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J Bacteriol. Feb 2007; 189(3): 1158–1162.
Published online Dec 8, 2006. doi:  10.1128/JB.01500-06
PMCID: PMC1797281

SwmB, a 1.12-Megadalton Protein That Is Required for Nonflagellar Swimming Motility in Synechococcus[down-pointing small open triangle]

Abstract

SwmB is required for swimming motility in Synechococcus sp. strain WH8102. This highly repetitive 1.12-MDa polypeptide is associated with the cell surface, where it is arranged in a punctate manner. Inactivation of swmB does not affect the localization of SwmA, an S-layer protein also required for swimming.

A monophyletic clade of marine Synechococcus (17) exhibits a novel type of motility. These cells are able to swim through their liquid environment in the absence of flagella or any other readily visible organelle (5, 19). While the mechanism of nonflagellar swimming motility in Synechococcus is still not understood, three chromosomal regions containing genes required for motility were identified by transposon mutagenesis of Synechococcus sp. strain WH8102 (13). One of these regions includes an exceptionally large and repetitive open reading frame (ORF), swmB, insertions in which eliminate motility. Here we show that this large ORF is expressed and its product is localized to the cell surface. Furthermore, we show that the absence of SwmB does not affect the localization of SwmA, the S-layer protein that is also required for swimming (4, 14).

Bacterial strains and growth conditions.

Synechococcus sp. strain WH8102 (19) and its isogenic swmA and swmB mutant strains S1A1 and Swm-2, respectively (13), were grown as described in reference 14 in SN medium (18) prepared either with local seawater from the Scripps Pier (Scripps Institution of Oceanography, La Jolla, CA) or with synthetic ocean water prepared according to the method of Price et al. (16) except that components were not treated with Chelex.

SwmB contains multiple repeated domains.

swmB is 32.38 kb in length and encodes a predicted protein of 10,791 amino acids with a molecular mass of 1.126 MDa and a pI of 3.98. SwmB has a highly repetitive primary structure containing four repeat domains, each of which consists of distinct tandem repeats (Fig. (Fig.1).1). Repeats were identified using the MEME/MAST motif discovery and search tool (http://meme.sdsc.edu). Repeat domain A (amino acids 498 to 3819) consists of 28 highly conserved tandem repeats of 117 residues. Domain A repeats can be subdivided into three distinct types of nearly perfect repeats. AI and AII share 96.6% sequence identity, and these repeats share 71.4% and 70.6% identity, respectively, with type AIII. The three subtype repeats within domain A are then built into larger blocks arranged in consecutive order (AI-AII-AIII), and this order itself is repeated multiple times (Fig. (Fig.1).1). The 14th repeat at the middle of this tandem array and the 28th repeat at the end, while still clearly related to the A repeat consensus, are less well conserved. Following domain A there is a short 252-residue region followed by another repeat region, domain B (amino acids 4072 to 6477), which consists of 19 highly conserved tandem repeats of 127 residues each. Domain B repeats are nearly 100% identical with the exception of the first and last repeats, which have 55% and 66% identity, respectively, with the consensus repeat (Fig. (Fig.1).1). While domain A and domain B repeats do not share clear sequence homology, compositional analysis shows that these domains share similarly skewed amino acid usages (Table (Table1).1). These regions are especially rich in asparagine and threonine but are deficient in methionine, arginine, and proline (highest-99% quantile and lowest-5% and lowest-1% quantiles in the Swiss-Prot database, respectively, as analyzed by SAPS [6]).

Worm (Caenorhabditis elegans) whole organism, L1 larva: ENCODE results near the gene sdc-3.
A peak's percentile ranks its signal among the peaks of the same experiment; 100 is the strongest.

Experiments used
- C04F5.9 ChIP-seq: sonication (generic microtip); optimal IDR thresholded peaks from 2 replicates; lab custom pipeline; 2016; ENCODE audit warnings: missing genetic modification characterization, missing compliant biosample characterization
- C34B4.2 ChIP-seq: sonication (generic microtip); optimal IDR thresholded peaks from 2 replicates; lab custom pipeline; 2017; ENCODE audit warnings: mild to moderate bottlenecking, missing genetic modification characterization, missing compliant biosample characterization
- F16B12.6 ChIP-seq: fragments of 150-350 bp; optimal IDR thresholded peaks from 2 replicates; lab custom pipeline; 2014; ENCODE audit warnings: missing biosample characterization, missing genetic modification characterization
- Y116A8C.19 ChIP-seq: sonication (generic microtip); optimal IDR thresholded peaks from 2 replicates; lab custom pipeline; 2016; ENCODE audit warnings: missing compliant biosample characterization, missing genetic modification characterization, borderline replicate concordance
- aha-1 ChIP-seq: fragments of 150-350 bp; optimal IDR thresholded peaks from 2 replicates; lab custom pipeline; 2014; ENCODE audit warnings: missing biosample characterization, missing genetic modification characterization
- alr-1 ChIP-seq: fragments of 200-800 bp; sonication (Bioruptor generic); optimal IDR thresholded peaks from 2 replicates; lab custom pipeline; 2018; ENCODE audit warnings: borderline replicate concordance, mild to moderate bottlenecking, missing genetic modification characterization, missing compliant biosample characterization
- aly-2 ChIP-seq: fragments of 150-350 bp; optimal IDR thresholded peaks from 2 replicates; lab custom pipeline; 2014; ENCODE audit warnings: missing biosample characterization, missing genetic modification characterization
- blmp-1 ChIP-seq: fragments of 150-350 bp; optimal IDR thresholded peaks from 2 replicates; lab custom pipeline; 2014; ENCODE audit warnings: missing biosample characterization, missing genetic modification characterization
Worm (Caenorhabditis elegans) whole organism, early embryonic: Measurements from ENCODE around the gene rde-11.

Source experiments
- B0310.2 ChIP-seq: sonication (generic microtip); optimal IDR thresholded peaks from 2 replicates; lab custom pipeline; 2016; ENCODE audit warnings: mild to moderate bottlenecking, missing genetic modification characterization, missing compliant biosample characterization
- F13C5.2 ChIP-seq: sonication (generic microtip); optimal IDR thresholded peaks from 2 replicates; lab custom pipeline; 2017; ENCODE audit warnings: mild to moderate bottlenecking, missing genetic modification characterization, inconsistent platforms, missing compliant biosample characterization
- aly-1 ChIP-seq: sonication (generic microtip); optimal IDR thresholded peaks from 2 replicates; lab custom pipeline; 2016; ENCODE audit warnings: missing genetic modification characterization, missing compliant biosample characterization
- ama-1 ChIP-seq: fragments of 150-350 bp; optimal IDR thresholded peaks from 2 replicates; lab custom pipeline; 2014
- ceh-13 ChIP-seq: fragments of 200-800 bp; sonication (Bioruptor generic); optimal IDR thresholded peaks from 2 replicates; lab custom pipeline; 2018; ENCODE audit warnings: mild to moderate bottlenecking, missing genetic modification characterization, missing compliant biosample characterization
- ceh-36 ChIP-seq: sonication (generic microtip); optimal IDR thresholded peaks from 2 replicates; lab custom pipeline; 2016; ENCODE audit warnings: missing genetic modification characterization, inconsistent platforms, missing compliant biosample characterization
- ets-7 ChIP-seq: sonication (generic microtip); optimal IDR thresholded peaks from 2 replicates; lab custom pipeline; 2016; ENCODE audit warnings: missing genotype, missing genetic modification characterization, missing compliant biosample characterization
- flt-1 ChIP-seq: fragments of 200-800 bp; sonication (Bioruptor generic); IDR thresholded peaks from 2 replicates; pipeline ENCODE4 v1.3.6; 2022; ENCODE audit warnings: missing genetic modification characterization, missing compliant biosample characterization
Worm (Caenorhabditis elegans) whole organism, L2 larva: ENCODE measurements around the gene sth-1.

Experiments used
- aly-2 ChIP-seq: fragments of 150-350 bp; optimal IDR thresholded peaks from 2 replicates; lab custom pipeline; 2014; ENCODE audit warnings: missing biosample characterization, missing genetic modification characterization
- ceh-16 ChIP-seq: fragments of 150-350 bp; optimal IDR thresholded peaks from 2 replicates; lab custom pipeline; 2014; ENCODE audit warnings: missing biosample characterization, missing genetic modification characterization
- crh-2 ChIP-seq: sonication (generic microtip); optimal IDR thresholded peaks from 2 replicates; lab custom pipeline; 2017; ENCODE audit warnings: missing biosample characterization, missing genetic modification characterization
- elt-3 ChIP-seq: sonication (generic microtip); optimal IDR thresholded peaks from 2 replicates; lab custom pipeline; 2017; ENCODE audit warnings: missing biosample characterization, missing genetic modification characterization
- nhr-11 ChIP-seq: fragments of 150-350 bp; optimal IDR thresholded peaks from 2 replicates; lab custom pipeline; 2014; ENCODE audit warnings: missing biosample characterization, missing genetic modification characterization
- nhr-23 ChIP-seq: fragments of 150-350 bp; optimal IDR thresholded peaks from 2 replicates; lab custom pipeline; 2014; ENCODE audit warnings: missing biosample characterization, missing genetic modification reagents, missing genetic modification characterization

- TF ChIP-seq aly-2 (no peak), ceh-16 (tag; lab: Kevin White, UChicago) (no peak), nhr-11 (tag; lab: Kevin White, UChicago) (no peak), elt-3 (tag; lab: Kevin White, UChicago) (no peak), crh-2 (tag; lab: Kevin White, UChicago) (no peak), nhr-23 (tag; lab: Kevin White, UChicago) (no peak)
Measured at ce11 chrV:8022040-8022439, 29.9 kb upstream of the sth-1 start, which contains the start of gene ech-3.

FIG. 1.
Diagram of the SwmB primary sequence divided according to repetitive domains A to D. Domain A contains three repeat types sharing over 70% identity that are arranged into a larger unit (AI-AII-AIII) which is itself repeated. The central and C-terminal ...
TABLE 1.
Amino acid usage analysis for several large, repetitive, cell surface prokaryotic proteinsa

Additional repeats are present towards the C terminus: domain C (amino acids 7947 to 9071) consists of five repeats of approximately 225 amino acids, and domain D (amino acids 10210 to 10423) contains four repeats of approximately 52 amino acids. The repeats within these domains are less well conserved and do not exhibit the near-identical nature seen for domains A and B, but they are similar in that the first and last repeats of each tandem array are more degenerate. Additionally, these repeats show the same distinctive bias in amino acid composition as domains A and B.